New ED nurse here, but not a new nurse & just looking for some insight..I have extensive ICU experience, and I have seen high potassium many, many, many times, upwards of 6 without symptoms, even upwards of 7 without symptoms...I never recall anyone getting too terribly excited for a potassium level between 5 - 6. I don't actually recall remembering anyone symptomatic with a K between 5 & 6 Twice now I have had patients with heart rates in the 40s, one was sinus brady on a fit 60 year-old, one was junctional-ish looking on a not-fit 80 year-old. Both were A & O, stable on RA, BP WNL, no S/s of decreased perfusion. One came in for back pain, the other with throat "tightness". Not overt cardiac symptoms, but definitely could be considered atypical if it were cardiac-related... Both Ks were 5.5-5.7 (iStats & serum) - mild hyperkalemia On both cases, the docs were really worked up and like, "we need to do Calcium gluc, insulin and dextrose NOW for the hyperkalemia + albuterol." I was thinking, "ok you're really excited, and I've only ever done this during codes, and never saw anyone get this excited, but ok sure why not let's do this." I realize that people different thresholds for symptoms r/t potassium Both times, gave all those meds, heart rate/rhythm didn't change, not one bit. K verified to be down to 5.1 for one patient, and below 5 for the other. All other labs normal, except for Cr of 1.7 on the 80 year old (there was that person's cause of high K). Anyway, is this normal to do this protocol all the time? Is this just part of how you rule out causes of bradycardias? The fit 60 year old could have been living in the 40s & the 80 year old was on a beta-blocker...Anyway, a nurse told me she saw someone arrest with a K of 5.5 - does that really happen, or was there possibly another cause for the code vs. a K of 5.5 that was not known, and perhaps a cause there would never be an answer for? Also can CKD patients tolerate higher potassium levels because they are chronically elevated? Thank you!
  11. tachyallday

    Capstone Project Ideas - experienced nurse, but new to ED

    Pixie.RN - that is an excellent & one of the recommended strategies for not forgetting - good job. It can happen when our lizard brains are on autopilot & our routine is broken. I used to judge parents HARD until I read this article a number of years back: Can happen to the best of parents! https://www.washingtonpost.com/lifestyle/magazine/fatal-distraction-forgetting-a-child-in-thebackseat-of-a-car-is-a-horrifying-mistake-is-it-a-crime/2014/06/16/8ae0fe3a-f580-11e3-a3a5-42be35962a52_story.html?utm_term=.3a7bfa7f1417
  12. tachyallday

    Capstone Project Ideas - experienced nurse, but new to ED

    That's hilarious (and kind of a great idea)! I decided that don't want to annoy my new coworkers, so I have picked a community health project about a topic which I feel passionate: prevention of pediatric vehicular heattstroke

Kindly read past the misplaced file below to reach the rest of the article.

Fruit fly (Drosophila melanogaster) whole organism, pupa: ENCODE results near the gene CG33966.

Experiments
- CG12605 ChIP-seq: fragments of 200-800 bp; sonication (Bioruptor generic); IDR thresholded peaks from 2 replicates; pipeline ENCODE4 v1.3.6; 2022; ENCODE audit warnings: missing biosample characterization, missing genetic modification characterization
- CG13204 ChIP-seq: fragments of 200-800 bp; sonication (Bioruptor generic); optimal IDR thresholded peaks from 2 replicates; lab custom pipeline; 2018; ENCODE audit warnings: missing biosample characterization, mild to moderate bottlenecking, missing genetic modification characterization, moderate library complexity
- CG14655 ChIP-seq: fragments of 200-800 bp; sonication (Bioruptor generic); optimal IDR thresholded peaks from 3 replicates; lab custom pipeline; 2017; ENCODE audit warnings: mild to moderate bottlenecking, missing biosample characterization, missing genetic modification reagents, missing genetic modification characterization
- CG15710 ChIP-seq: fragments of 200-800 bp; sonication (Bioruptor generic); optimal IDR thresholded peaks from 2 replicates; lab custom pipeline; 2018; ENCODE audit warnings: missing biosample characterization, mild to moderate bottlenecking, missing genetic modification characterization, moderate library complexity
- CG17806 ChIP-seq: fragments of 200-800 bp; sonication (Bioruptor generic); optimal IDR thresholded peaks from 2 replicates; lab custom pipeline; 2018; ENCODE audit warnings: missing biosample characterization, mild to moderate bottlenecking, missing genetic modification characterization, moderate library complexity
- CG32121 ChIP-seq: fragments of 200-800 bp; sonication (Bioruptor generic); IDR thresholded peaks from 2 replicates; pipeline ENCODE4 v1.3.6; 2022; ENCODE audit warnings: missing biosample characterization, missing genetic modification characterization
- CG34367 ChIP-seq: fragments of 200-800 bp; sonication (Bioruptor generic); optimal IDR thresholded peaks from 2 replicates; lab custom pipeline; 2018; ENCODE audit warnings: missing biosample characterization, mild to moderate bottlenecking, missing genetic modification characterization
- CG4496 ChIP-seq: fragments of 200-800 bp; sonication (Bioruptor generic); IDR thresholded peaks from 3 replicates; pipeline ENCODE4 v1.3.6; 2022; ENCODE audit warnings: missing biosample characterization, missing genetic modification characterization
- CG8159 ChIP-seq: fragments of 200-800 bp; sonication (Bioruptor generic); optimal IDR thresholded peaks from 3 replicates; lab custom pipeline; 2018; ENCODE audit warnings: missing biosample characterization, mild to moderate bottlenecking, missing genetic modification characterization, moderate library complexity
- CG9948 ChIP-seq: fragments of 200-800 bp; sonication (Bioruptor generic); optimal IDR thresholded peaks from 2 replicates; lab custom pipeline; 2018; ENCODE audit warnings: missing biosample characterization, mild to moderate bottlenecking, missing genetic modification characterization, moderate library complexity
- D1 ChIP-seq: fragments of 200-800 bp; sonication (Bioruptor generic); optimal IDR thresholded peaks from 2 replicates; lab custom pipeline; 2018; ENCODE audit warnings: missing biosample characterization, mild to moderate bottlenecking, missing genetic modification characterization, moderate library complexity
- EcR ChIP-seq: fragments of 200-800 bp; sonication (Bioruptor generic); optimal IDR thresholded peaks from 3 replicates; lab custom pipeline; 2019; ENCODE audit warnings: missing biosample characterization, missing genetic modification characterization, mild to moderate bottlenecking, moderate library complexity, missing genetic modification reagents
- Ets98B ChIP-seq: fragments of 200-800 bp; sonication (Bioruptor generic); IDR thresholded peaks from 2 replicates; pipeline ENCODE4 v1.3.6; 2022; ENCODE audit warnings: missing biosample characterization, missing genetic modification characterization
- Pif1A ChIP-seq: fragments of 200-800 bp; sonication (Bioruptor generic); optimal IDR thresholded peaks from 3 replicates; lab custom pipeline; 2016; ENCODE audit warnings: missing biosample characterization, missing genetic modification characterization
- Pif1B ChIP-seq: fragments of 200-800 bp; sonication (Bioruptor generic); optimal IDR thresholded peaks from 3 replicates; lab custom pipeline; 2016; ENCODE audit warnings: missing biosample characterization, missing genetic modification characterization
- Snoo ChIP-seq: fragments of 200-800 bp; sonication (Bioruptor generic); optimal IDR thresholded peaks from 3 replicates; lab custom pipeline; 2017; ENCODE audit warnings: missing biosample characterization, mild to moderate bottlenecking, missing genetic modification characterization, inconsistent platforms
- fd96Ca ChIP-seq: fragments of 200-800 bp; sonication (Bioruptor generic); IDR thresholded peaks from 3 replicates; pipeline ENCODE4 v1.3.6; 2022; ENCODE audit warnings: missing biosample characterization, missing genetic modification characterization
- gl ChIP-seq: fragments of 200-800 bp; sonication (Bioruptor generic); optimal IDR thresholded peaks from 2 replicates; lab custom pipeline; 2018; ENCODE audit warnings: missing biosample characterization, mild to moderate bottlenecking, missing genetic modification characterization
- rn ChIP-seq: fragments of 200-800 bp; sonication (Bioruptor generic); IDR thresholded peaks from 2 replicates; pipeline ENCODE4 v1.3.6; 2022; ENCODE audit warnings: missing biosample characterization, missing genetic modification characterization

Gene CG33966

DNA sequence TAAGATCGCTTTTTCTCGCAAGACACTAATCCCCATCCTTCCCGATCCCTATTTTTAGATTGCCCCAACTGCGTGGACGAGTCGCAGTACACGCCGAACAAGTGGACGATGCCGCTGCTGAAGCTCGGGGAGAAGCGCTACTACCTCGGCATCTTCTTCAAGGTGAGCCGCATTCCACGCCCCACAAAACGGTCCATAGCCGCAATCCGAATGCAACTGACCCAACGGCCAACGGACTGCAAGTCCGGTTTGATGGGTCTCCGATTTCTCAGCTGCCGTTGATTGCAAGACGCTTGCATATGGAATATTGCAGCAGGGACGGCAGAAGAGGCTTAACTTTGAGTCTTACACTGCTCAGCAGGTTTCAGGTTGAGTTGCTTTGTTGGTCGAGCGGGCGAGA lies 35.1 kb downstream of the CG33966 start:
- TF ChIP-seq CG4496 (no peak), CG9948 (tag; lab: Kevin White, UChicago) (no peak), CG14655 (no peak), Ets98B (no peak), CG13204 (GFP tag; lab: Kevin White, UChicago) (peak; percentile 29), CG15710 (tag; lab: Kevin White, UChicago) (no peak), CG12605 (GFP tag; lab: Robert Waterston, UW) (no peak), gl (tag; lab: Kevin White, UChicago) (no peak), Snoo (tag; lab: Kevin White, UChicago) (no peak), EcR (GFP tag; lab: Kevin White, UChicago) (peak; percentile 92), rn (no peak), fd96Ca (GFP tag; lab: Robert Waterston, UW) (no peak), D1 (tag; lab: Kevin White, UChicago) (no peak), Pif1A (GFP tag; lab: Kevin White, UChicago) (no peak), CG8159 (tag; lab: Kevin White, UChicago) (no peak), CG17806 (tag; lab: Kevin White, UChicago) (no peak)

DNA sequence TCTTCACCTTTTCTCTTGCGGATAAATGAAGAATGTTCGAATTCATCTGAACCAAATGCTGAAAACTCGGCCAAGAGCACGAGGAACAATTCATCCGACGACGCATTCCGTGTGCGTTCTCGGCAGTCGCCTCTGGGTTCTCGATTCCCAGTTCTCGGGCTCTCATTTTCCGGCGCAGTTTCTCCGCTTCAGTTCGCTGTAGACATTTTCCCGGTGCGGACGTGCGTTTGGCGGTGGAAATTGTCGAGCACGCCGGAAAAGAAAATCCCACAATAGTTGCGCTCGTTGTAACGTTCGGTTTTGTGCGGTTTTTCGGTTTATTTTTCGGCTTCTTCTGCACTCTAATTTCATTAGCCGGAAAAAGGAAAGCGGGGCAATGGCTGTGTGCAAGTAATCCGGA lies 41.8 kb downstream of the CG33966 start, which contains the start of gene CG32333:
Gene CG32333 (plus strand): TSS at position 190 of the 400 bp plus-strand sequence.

13. not.done.yet Amazing & hilarious (and at least partially accurate) metaphor for an answer! Love it!
  14. tachyallday

    Anyone else go from adult med-surg to PICU?

    This was a HUGE jump for you. Adult m/s to peds m/s to eventually PICU, or Adult ICU to PICU *would* have been easier, however, you sound like an excellent conscientious nurse. So give yourself some credit, because you deserve it. Pretend you are brand-new again nurse again (because you basically, are), and don't set too high of expectations for yourself to learn or learn to critically think faster than you are humanly able. In your off-time read up on what you have experienced on your orientations days. If your preceptor is rude, ask that he/she treat you with respect. Explain that you are struggling, and his/her workplace incivility (WPI) is making it more difficult. Feel free to throw out there that WPI negatively affects morale, and negatively affects patient safety - because it does. This person has probably never been called on their BS before. You are an adult, so act like one, and speak up for yourself. If this fails, and your preceptor is still a jerk, ask your director for a new preceptor, and outline why. And to repeat, give yourself some credit!
  15. Agree, you will have endless opportunities after you get a few years of experience in the ICU! And you were lucky to get hired there! I started in ICU, went to PICU & Pediatrics 5 years later, and 5 years after that am heading to the ED next month, and also will be filling in as house sup. After you work in ICU in a few years, people give you this treatment of, "oh you're an ICU nurse? Then you can do anything." And it will be true to a great extent. Just know you will work HARD for that respect you will receive down the line. Harder than you can imagine. And it will be downright frightening at times. Of course, with babies and kids, it can be scary too. Five years later (and 10 years of being a nurse), they still scare me sometimes. Also, with regard to how people will eventually respect you, stay humble.
  16. Hey Everyone! I have been a nurse for almost 10 years. Over 5 spent in various adult ICUs, over 4 spent in pediatrics/PICU. I have always wanted to try working in the ED. It's been part of my nursing bucket list. So I'm checking that off next month when I transfer and will be rotating between adult & peds ED. I realize I will need to 'stop being an ICU nurse,' and I'm focused on looking forward to learning new things, and working in a new environment. I'm also a little terrified. I am finishing up my BSN as I write this and will be graduating in April. I need a topic for a Capstone project ASAP. I see my being the newbie (without prior ED experience), as a barrier to gaining buy-in or my new coworkers taking any potential ideas for a project seriously. With that being said, anyone have any great ideas for a project? Thanks for reading!
×